3) Joe Johnson: not the only crunch time guy.
We’ve seen it time and time again in the last two years. Nets in a close game. Nets need win. Nets give Joe Johnson the ball. Joe Johnson saves the day. Kevin Garnett calls him Joe Jesus. Rinse. Lather. Repeat.
But when talking about how the Nets would look in close and late games, Hollins didn’t unequivocally say that Johnson would be the go-to guy.
This isn’t an uncommon thing for coaches and players to say before the season starts — they don’t want to shift focus to just one guy at the end of games, preferring the best play over the best player. Jason Kidd said as much last season. “I can’t say we’re going to give the ball to Joe every time,” Hollins said. “We have a lot of people that can play, and if someone has made all their shots in a game, that’s the guy we’ll give the ball in that moment. If we determine that he can’t handle that moment, then we’ll go to someone else. Ultimately, there will be three or four guys you can count on in the clutch.”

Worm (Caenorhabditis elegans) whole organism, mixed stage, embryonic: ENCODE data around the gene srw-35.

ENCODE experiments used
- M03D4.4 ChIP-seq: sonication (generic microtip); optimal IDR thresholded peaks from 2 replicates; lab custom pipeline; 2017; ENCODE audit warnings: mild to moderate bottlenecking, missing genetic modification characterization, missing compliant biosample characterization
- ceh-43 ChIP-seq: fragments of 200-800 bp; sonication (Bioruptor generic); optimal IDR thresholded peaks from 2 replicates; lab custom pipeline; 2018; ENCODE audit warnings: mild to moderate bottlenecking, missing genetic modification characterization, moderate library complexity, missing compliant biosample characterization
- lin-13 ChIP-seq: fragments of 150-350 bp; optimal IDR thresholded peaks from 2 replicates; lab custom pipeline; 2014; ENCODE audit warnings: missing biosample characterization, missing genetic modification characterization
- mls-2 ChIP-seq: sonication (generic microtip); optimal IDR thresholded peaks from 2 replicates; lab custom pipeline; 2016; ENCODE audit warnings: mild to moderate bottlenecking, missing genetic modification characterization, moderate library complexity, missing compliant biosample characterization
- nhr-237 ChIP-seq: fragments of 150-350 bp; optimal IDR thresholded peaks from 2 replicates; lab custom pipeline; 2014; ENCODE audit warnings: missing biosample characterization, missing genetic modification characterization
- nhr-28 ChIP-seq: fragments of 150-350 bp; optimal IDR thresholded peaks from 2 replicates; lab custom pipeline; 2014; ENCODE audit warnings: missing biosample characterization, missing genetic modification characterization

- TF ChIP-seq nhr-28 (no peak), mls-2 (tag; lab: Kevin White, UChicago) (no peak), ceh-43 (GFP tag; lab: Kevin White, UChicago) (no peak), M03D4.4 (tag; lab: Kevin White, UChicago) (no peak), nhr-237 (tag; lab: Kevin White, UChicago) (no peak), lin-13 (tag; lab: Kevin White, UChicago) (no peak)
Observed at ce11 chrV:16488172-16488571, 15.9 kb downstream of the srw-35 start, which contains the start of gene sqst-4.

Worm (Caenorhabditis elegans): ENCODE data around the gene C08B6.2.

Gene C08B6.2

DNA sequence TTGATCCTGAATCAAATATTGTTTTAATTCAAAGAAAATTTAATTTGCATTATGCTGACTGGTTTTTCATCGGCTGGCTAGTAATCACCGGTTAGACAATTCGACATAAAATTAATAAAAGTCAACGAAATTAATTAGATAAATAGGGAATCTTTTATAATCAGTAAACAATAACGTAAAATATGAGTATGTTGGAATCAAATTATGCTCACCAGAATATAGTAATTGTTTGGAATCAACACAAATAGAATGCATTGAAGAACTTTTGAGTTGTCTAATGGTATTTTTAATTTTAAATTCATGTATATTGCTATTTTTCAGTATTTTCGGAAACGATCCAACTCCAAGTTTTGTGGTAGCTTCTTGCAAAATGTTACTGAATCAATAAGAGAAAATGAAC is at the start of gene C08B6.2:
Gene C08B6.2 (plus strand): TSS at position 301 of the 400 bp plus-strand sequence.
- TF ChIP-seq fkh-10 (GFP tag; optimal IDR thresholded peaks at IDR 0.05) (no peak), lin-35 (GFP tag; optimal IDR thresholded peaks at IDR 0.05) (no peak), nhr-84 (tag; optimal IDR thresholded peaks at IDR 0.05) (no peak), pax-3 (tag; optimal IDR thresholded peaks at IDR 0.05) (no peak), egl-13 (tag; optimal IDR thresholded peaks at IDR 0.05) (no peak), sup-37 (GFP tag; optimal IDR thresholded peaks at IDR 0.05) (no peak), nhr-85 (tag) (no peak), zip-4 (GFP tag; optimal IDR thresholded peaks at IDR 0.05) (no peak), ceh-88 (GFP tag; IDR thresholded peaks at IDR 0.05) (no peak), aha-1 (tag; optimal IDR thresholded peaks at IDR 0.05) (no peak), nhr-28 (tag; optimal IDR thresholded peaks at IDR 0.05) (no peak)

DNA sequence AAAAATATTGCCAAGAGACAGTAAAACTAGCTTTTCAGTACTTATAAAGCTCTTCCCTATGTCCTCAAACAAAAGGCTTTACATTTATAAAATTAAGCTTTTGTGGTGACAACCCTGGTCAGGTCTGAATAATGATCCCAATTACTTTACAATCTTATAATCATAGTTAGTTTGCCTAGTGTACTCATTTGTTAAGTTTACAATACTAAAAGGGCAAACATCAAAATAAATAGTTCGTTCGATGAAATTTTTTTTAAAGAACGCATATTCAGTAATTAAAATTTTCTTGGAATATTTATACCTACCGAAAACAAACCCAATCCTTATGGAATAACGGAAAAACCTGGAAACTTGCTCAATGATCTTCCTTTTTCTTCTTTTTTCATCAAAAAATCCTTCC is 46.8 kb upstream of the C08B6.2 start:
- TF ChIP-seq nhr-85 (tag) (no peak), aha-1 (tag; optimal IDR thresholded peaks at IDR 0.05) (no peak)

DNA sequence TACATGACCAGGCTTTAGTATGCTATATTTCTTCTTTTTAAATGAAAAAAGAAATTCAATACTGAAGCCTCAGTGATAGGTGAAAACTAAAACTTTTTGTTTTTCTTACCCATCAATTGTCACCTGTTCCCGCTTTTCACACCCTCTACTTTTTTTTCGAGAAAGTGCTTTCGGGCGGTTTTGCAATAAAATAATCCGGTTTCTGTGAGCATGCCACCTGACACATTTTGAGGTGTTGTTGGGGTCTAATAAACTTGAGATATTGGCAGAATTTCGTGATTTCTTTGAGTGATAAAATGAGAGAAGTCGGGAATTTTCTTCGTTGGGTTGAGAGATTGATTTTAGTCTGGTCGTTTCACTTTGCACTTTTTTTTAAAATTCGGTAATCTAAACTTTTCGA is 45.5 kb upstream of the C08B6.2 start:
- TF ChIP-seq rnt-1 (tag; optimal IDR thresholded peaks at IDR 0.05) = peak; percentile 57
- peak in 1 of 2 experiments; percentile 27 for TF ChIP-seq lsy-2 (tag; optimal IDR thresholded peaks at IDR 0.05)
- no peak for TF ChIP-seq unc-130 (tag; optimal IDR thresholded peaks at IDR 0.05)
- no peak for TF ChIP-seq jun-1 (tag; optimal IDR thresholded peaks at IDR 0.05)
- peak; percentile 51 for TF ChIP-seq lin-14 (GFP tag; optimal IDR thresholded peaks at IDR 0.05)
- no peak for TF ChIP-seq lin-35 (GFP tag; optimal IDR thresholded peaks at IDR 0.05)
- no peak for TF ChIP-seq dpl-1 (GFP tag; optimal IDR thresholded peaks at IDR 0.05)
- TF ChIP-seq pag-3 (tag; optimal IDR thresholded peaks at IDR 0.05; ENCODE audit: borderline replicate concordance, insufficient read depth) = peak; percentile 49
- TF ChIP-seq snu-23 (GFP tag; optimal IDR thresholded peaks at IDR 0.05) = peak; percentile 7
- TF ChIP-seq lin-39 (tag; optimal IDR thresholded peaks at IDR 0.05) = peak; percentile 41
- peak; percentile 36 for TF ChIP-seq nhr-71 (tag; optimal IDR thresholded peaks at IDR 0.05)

Still, teams tend to fall into regular crunch-time patterns, and the Nets have relied on Johnson time and time again in the last few seasons, with eerie success. Indeed, in the last ten seconds of games within one possession over the last two seasons, Johnson has hit seven of eight shots, most of them game-winners.
Hollins is an old-school coach, and my guess is that when the chips are down, he’ll go to his best player — in this case, Joe Johnson — and tell him to make a play. That doesn’t necessarily mean Johnson takes the shot, it means he’s the one that gets to make the decision. It’s possible that could change over the course of the season, but of now, it’s his job to lose.